Food Safety on Edge

Americans Should be Alarmed by Smithfield Acquisition

May 29th 2013

Smithfield Foods pigs

Shuanghui International’s blockbuster acquisition of Smithfield Foods raises major concerns over food safety, Rep. Rosa DeLauro said Wednesday, pointing to the Chinese company's troubled history. "This potential merger raises real food safety concerns that should alarm consumers,” the Connecticut Democrat said in a written statement. “We know that Chinese food products have been a threat to public health and that Shuanghui was found to have produced and sold tainted pork.” DeLauro’s reference was to 2011 revelations that Shuanghui products contained a hazardous and banned chemical used to make meat leaner. The case was just one part of an ongoing scandal involving tainted or fake Chinese meat. Read more ..

The Edge of Reform

Unintended Consequences Often Bedevil Reformers

May 29th 2013


A thoughtful reformer targets the traditional rules of an aging institution that has retarded progress in the past. Time to modernize those rules, the reformer says, and prevent obstruction in the future. The trouble is that such reform efforts often prove counterproductive. New rules strengthen rather than weaken the aging institution. Unintended consequences abound.

Three examples come to mind, the first from far away -- the British House of Lords.

After Tony Blair's Labor Party was swept into office in 1997, it decided to reform the House of Lords. Its hereditary members were overwhelmingly Conservative and could outvote the appointed life peers of various parties. The Lords could not veto legislation -- it threatened to do so in 1910 and the power was taken away -- but could delay or amend it, sometimes obstructing or frustrating the democratically elected House of Commons. Read more ..

Broken Government

Democrat-Heavy IRS Will Always Distrust Tea Parties

May 28th 2013

IRS building

If you take a group of Democrats who are also unionized government employees, and put them in charge of policing political speech, it doesn't matter how professional and well-intentioned they are. The result will be much like the debacle in the Cincinnati office of the IRS.

The IRS's targeting of Tea Party groups doesn't look like a Nixonian abuse of power by the Obama White House. And there's no reason to even posit evil intent by the IRS officials who formulated, approved or executed the inappropriate guidelines for picking groups to scrutinize most closely.

There's a fairly innocent -- and fairly probable -- explanation for what the IRS did, and it boils down to the natural suspicion people have of those with opposing views. The public servants figuring out which groups qualified for 501(c)4 "social welfare" non-profit status were mostly Democrats surrounded by mostly Democrats. Read more ..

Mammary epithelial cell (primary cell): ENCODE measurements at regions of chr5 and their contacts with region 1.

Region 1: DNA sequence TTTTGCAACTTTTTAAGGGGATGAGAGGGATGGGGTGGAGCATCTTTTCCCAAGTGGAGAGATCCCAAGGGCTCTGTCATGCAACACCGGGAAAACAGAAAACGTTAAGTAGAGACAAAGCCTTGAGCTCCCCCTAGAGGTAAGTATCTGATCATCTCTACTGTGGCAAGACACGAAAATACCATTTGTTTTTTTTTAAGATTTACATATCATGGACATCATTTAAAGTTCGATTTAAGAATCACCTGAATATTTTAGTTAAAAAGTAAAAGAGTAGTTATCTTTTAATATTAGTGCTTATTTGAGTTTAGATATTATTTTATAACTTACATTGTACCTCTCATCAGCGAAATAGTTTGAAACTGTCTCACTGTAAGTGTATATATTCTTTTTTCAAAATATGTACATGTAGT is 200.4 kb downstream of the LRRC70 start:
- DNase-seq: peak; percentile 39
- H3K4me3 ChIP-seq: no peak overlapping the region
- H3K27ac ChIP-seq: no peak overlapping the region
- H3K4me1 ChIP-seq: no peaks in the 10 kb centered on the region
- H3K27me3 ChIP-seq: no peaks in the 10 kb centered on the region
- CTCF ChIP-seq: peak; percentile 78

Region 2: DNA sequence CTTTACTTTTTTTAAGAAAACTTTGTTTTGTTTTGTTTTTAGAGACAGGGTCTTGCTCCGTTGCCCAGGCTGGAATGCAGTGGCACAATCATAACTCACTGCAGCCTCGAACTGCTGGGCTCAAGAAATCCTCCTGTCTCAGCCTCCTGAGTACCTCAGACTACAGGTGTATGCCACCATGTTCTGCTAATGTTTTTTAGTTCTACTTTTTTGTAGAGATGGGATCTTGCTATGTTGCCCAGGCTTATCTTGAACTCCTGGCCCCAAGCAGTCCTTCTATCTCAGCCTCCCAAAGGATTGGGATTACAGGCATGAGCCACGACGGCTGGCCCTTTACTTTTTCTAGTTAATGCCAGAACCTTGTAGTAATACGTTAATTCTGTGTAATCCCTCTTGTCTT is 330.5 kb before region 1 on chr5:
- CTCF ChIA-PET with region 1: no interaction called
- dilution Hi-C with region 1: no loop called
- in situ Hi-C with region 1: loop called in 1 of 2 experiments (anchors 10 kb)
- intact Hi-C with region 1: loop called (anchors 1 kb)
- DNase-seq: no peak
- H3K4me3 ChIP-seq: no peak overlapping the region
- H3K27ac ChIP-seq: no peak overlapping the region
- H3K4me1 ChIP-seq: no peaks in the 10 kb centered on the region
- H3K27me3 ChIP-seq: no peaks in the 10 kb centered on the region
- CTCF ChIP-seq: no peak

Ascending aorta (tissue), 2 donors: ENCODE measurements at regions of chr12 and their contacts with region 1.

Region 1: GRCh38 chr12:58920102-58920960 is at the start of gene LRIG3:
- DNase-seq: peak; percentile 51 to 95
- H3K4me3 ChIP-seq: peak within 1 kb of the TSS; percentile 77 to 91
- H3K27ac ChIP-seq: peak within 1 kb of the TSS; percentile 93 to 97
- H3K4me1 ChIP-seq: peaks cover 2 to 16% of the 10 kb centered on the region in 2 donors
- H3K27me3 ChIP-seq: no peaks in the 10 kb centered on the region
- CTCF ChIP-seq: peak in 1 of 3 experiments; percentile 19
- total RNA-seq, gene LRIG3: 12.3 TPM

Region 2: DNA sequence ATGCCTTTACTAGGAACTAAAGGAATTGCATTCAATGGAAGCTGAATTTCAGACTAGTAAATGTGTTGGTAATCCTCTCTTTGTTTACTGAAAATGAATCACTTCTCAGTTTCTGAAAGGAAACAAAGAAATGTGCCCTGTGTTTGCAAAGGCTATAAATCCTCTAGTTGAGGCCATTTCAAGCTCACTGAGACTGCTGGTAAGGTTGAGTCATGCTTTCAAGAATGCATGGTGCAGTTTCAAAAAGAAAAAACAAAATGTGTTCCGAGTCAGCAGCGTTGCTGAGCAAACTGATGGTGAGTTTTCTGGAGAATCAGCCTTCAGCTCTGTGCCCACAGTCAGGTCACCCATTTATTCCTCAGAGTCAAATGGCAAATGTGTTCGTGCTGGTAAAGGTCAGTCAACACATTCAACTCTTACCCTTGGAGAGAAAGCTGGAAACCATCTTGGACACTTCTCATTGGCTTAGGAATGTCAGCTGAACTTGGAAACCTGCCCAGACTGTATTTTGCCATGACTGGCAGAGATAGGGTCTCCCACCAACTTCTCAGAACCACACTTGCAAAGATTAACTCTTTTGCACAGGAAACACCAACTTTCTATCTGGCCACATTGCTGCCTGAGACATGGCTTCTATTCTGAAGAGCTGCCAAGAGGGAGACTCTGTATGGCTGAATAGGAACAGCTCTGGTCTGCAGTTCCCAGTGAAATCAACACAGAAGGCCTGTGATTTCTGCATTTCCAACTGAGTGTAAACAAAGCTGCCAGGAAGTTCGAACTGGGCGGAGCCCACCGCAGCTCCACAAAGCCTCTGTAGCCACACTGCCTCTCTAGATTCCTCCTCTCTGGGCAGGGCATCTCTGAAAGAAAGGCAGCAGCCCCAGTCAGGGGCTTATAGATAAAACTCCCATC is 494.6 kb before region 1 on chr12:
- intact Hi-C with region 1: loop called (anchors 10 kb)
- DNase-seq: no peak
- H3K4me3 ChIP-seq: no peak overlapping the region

The War on Terror

No Way Out of Guantanamo, says former Bush Appointee

May 28th 2013

Click to select Image

“I continue to believe that right now these prisoners are receiving all the rights that they are entitled to. They are receiving good treatment – certainly the treatment that they are entitled to under international and domestic law.” – Alberto R. Gonzales

A hunger strike by Guantanamo Bay detainees has now passed the 100-day mark, increasing pressure on President Barack Obama to shut down the controversial detention facility – something he promised to do even before he took his first oath of office. During an April 30 press briefing, Obama reiterated that promise, telling reporters that Guantanamo not only hurts U.S. international standing but impacts America’s ability to coordinate counterterrorism efforts with its allies.

Judge Alberto R. Gonzales served as United States attorney general under and counsel to President George W. Bush. Today he holds the Doyle Rogers Distinguished Chair of Law at Belmont University and serves as counsel at the Weller law firm in Nashville, Tennessee. VOA reporter Cecily Hilleary spoke to him by phone and asked him whether he agrees with President Obama on the need to close down Guantanamo. Below please find the transcribed interview. You can also listen to it using the audio player at the bottom of this post. Read more ..

The Defense Edge

Top 10 To-Do List for the National Defense Authorization Act

May 27th 2013

Afghanistan us army dustoff

The federal National Defense Authorization Act (NDAA) annually specifies the budget and expenditures of the Department of Defense (DOD). The law can be a vehicle for both good and bad policies.

As Congress prepares to craft this legislation, it should seriously consider policy issues that can improve U.S. security and advance international partnerships:

1) Maintain permanent U.S. military presence in Europe. It is in the strategic interest of the U.S. to maintain a permanent military presence in Europe. Having U.S. troops in Europe provides flexible and resilient rapid deployment options to northern Africa and the Middle East as well. Permanent bases also strengthen critical alliances in Europe. Read more ..

The Race for EVs

Better Place Goes Belly Up--Sorry We Told You So

May 26th 2013

Shai Agassi, former Better Place CEO